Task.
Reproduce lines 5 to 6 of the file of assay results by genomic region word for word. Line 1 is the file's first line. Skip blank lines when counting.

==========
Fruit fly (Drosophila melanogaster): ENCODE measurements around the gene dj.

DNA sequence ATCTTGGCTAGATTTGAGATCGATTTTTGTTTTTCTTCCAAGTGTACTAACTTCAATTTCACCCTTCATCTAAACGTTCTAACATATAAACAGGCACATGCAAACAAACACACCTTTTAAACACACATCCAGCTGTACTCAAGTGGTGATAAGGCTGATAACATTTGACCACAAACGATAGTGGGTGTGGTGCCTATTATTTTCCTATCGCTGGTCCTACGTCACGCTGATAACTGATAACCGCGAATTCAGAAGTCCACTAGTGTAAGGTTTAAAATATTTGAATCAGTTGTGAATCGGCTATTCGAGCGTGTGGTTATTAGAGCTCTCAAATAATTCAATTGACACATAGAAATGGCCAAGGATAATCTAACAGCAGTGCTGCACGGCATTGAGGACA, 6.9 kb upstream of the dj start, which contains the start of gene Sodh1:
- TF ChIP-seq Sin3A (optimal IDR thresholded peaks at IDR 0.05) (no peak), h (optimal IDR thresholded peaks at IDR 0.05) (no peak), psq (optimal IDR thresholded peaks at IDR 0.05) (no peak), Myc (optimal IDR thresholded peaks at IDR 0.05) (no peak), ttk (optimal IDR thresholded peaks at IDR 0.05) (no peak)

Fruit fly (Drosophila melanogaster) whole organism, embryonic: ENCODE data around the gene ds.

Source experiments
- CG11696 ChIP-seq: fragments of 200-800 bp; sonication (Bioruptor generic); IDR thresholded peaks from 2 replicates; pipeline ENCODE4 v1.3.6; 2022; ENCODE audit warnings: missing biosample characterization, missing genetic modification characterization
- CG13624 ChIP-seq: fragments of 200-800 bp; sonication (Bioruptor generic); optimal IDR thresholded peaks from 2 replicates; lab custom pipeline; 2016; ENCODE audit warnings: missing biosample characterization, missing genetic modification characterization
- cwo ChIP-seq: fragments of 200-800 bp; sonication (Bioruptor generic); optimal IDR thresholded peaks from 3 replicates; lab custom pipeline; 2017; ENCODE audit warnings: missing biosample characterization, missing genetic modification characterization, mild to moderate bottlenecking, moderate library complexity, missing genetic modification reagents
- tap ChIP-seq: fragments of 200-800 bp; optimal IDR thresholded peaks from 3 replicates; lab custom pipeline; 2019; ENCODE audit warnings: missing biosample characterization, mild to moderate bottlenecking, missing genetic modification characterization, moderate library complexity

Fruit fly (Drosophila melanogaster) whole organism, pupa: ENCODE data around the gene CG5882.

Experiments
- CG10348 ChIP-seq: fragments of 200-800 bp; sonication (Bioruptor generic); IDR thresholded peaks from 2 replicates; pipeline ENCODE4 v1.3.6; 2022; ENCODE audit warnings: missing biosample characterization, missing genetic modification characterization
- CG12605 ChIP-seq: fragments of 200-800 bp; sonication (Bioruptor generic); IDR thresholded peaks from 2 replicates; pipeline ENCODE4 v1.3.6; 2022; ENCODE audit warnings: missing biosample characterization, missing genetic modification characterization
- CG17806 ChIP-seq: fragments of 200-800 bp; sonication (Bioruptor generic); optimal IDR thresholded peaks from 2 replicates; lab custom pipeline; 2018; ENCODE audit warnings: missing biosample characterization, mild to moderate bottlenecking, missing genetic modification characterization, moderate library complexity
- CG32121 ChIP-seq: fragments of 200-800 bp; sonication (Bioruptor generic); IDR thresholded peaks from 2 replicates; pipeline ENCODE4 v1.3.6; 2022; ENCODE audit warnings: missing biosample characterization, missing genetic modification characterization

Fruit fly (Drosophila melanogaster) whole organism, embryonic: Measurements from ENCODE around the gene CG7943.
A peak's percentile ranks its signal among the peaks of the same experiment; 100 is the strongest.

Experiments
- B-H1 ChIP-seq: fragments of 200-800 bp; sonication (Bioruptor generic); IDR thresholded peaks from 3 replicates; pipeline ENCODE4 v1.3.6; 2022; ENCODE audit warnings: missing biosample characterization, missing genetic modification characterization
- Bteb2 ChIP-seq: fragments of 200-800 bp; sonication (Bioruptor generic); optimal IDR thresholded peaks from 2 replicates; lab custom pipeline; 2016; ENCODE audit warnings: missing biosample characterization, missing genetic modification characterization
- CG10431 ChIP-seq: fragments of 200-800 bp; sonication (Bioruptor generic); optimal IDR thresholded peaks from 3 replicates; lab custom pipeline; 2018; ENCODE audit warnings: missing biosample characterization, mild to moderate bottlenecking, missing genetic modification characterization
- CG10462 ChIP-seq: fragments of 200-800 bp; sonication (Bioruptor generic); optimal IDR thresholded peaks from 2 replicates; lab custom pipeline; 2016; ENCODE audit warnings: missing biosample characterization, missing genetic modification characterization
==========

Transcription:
Source experiments
- CG11696 ChIP-seq: fragments of 200-800 bp; sonication (Bioruptor generic); IDR thresholded peaks from 2 replicates; pipeline ENCODE4 v1.3.6; 2022; ENCODE audit warnings: missing biosample characterization, missing genetic modification characterization